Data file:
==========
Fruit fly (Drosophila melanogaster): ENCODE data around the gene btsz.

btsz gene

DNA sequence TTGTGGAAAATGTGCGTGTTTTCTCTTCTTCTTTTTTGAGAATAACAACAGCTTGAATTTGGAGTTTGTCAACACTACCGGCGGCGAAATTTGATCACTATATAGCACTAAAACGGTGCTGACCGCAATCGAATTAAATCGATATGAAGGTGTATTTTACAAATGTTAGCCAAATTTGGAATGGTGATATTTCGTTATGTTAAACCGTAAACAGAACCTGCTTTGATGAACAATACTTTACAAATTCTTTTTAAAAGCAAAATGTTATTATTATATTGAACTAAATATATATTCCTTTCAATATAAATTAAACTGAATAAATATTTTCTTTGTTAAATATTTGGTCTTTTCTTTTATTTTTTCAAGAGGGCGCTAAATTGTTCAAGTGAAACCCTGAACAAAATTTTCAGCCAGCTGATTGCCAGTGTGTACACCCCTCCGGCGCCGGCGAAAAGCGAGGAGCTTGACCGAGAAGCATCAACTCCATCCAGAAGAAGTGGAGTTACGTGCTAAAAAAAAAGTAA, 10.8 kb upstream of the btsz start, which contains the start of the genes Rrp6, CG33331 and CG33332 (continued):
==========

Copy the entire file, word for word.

Fruit fly (Drosophila melanogaster): ENCODE data around the gene btsz.

btsz gene

DNA sequence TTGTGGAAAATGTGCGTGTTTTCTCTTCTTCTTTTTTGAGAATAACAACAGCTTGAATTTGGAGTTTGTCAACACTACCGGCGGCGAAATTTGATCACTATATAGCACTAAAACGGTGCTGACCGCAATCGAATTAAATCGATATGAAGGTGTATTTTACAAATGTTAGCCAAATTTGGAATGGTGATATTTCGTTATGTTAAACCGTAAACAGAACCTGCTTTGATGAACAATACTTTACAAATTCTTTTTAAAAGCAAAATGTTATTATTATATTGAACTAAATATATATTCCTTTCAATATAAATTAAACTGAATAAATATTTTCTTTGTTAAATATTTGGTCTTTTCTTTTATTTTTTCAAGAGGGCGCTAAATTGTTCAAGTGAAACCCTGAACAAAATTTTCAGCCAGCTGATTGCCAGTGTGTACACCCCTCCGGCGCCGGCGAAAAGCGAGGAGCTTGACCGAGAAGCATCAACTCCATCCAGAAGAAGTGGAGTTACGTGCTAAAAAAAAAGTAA, 10.8 kb upstream of the btsz start, which contains the start of the genes Rrp6, CG33331 and CG33332 (continued):